- Aug 27, 2008
- Reaction score
NSA statement does not deny 'spying' on members of Congress | World news | theguardian.comThe National Security Agency on Saturday released a statement in answer to questions from a senator about whether it has spied, or is currently spying, on members of Congress or other American elected officials, in which it did not deny collecting communications from legislators of the US Congress to whom it says it is accountable.
In a letter dated 3 January, Senator Bernie Sanders of Vermont defined spying as gathering metadata on calls made from official or personal phones, content from websites visited or emails sent, or collecting any other data from a third party not made available to the general public in the regular course of business.
"Members of Congress have the same privacy protections as all US persons."The statement read: NSAs authorities to collect signals intelligence data include procedures that protect the privacy of US persons. Such protections are built into and cut across the entire process. Members of Congress have the same privacy protections as all US persons. NSA is fully committed to transparency with Congress. Our interaction with Congress has been extensive both before and since the media disclosures began last June.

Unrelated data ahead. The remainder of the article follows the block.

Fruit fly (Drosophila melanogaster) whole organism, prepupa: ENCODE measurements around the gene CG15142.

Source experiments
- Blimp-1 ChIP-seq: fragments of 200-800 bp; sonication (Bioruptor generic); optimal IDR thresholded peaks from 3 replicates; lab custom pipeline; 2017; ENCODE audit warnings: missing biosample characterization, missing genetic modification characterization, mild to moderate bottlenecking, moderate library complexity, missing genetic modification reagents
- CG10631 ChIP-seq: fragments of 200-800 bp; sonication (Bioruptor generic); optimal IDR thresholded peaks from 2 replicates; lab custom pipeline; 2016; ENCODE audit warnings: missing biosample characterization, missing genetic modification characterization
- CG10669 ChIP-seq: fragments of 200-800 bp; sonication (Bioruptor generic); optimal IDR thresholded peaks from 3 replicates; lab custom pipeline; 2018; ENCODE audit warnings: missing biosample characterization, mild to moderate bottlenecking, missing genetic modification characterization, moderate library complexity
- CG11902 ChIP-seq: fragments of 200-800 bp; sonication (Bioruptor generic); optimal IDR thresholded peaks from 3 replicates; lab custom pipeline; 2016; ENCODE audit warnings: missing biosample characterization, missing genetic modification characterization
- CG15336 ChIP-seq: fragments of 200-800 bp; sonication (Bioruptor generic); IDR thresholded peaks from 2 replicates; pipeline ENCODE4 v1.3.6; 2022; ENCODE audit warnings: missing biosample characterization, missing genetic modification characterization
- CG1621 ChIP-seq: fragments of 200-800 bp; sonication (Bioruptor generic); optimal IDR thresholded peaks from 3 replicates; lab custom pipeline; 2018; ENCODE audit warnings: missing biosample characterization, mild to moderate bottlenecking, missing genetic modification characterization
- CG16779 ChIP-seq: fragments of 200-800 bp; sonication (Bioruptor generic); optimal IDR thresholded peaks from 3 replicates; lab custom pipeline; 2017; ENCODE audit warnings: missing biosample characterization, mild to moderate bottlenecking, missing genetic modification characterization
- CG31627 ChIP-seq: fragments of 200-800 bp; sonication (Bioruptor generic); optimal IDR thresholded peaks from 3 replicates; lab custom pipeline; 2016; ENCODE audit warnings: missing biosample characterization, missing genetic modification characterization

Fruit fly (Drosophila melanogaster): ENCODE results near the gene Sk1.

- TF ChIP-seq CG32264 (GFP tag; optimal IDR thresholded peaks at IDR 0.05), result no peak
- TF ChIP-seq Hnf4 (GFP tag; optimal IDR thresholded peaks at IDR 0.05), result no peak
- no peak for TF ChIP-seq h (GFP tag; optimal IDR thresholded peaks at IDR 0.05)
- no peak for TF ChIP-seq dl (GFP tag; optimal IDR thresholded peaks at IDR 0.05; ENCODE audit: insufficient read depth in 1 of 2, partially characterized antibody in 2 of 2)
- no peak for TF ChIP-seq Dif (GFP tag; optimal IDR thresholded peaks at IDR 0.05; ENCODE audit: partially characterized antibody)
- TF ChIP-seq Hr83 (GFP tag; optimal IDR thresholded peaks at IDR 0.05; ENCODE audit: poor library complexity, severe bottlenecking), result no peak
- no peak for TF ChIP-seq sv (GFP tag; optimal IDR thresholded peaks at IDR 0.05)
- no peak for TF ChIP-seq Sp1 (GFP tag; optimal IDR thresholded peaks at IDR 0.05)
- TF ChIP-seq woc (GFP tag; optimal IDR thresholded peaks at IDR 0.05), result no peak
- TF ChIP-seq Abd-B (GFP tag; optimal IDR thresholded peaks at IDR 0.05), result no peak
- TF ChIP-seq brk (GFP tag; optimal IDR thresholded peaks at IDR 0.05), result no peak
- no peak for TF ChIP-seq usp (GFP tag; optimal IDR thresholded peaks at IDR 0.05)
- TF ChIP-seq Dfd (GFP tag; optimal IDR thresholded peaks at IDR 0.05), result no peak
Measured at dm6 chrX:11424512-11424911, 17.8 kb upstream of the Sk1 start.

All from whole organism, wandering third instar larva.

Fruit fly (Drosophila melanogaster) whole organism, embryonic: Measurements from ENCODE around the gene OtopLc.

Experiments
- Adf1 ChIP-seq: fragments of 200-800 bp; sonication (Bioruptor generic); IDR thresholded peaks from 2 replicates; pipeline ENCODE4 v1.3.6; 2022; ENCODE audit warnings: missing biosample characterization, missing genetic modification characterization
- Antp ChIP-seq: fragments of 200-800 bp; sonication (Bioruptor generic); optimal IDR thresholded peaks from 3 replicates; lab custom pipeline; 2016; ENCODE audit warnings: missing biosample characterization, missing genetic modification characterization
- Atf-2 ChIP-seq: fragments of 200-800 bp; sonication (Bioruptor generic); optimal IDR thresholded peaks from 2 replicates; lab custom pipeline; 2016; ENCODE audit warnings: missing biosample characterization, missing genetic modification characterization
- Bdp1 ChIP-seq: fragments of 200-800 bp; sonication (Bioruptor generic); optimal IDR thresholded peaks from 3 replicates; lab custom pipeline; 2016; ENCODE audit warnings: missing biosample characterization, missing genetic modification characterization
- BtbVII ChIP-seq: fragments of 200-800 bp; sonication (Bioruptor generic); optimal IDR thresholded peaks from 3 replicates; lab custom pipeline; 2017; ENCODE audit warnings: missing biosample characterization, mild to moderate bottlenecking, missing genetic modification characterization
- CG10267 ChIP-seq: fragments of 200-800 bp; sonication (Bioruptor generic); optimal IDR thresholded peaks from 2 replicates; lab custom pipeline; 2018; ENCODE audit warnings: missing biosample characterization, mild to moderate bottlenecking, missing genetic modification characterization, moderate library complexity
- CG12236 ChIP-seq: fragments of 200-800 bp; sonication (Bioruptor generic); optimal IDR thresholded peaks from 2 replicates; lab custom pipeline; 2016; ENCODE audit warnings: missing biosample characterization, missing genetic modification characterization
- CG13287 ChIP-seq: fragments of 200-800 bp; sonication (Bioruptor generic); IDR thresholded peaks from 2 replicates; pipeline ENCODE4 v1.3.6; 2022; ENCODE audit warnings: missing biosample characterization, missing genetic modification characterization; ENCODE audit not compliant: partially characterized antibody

We are reviewing Senator Sanderss letter now, and we will continue to work to ensure that all members of Congress, including Senator Sanders, have information about NSAs mission, authorities, and programs to fully inform the discharge of their duties.
So, none. A beautifully written obfuscation, however.